Roy DeCarava - MoMa Bio

The Value of Probabilistic Thinking: Spies, Crime, and Lightning Strikes

Probabilistic thinking is essentially trying to estimate, using some tools of math and logic, the likelihood of any specific outcome coming to pass. It is one of the best tools we have to improve the accuracy of our decisions. In a world where each moment is determined by an infinitely complex set of factors, probabilistic thinking helps us identify the most likely outcomes. When we know these our decisions can be more precise and effective.



Distribution by Ben Horowitz

When I ask new entrepreneurs what their distribution model will be, I often get answers like: “I don’t want to hire any of those Rolex-wearing, BMW-driving, overly aggressive enterprise sales slimeballs, so we are going to distribute our product like Dropbox did.” In addition to taking stereotyping to a whole new level, this answer demonstrates a deep misunderstanding of how sales channels should be designed.



Invisible asymptotes by Eugene Wei


For me, in strategic planning, the question in building my forecast was to flush out what I call the invisible asymptote: a ceiling that our growth curve would bump its head against if we continued down our current path. It's an important concept to understand for many people in a company, whether a CEO, a product person, or, as I was back then, a planner in finance.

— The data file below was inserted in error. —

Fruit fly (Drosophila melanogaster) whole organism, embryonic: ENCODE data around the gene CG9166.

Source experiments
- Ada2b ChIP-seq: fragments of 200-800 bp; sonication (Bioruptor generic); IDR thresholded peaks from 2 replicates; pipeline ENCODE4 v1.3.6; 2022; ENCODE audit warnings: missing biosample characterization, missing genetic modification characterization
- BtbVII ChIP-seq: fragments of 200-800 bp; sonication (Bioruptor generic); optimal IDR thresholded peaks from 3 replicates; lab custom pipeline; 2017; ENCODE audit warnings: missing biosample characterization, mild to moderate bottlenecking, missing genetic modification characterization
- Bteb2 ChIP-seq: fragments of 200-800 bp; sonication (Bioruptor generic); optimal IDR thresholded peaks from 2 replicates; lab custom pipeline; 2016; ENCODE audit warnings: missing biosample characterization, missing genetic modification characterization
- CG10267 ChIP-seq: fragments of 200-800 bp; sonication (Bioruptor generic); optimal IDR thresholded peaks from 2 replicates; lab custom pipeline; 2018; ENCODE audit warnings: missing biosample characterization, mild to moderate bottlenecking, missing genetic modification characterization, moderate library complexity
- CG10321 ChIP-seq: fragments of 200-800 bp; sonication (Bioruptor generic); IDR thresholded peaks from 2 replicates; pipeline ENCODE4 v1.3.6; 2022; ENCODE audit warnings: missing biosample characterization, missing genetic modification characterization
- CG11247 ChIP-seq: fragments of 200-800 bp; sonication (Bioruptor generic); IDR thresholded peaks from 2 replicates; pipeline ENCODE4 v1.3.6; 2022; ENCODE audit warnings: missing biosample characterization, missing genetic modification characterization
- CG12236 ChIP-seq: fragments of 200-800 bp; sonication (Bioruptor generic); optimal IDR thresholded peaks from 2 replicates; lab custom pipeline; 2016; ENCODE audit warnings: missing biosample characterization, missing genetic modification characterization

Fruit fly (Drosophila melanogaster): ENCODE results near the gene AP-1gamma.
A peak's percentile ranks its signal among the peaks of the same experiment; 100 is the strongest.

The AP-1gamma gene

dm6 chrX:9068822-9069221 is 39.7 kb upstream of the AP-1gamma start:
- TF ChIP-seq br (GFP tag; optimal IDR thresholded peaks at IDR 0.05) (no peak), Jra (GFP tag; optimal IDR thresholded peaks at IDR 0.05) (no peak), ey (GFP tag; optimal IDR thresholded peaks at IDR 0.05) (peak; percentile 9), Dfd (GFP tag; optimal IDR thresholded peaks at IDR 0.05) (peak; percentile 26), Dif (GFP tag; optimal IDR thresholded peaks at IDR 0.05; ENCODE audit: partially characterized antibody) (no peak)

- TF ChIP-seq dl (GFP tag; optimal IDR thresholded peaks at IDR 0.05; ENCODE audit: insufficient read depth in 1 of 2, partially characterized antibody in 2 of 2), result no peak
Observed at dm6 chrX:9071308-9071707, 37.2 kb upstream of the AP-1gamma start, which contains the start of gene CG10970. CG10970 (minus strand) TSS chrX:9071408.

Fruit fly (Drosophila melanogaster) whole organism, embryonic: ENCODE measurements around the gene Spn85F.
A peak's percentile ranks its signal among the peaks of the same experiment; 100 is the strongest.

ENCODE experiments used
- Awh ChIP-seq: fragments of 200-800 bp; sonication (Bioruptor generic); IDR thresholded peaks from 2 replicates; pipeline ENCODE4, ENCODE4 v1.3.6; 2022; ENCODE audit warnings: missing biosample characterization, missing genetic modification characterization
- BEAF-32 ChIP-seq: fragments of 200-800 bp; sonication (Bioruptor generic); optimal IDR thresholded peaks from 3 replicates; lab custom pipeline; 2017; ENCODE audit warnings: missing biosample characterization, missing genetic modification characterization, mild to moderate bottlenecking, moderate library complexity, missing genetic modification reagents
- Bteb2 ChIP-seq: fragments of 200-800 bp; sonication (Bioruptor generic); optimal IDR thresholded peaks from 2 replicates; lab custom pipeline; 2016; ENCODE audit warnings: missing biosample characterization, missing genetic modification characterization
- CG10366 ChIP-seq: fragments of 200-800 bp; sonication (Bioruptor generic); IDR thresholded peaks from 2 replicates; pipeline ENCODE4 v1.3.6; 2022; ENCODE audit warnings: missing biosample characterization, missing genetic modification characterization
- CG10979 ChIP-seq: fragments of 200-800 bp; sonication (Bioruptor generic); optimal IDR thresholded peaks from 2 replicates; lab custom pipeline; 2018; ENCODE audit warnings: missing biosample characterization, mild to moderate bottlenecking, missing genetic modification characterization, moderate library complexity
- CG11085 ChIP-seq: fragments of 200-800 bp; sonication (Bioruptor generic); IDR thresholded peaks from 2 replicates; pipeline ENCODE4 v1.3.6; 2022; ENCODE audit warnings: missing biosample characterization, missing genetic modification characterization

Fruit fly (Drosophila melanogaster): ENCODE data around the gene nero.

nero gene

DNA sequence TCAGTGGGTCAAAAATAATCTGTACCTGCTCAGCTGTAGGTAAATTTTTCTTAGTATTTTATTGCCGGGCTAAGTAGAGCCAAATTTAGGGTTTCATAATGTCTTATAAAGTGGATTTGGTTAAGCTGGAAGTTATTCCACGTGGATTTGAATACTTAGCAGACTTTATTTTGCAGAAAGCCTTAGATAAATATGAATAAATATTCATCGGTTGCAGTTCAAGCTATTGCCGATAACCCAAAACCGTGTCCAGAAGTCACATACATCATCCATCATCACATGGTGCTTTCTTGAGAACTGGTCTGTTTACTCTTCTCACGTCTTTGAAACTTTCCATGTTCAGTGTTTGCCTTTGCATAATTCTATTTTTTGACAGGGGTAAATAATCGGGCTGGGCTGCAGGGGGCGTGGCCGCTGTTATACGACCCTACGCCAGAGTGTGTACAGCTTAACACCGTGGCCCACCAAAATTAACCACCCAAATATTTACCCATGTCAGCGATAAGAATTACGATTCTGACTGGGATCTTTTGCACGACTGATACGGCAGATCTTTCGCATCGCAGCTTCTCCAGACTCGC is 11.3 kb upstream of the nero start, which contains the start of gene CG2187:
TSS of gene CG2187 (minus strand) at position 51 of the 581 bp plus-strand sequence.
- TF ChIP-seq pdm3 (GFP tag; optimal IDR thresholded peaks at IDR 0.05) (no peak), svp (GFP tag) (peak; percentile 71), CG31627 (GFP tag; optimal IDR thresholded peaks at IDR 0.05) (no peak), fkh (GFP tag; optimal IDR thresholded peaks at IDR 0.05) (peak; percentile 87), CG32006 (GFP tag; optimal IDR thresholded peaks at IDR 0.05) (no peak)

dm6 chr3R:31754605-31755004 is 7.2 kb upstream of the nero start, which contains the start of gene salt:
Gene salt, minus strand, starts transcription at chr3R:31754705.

Read More: http://www.eugenewei.com/blog/2018/5/21/invisible-asymptotes

5 books worth reading this summer


I’ve read some terrific books lately. When I pulled together this list of five that you might enjoy this summer, I realized that several of my choices wrestle with big questions. What makes a genius tick? Why do bad things happen to good people? Where does humanity come from, and where are we headed?

Read more here https://www.gatesnotes.com/About-Bill-Gates/Summer-Books-2018

Emotion AI Will Personalize Interactions


How artificial intelligence is being used to capture, interpret and respond to human emotions and moods.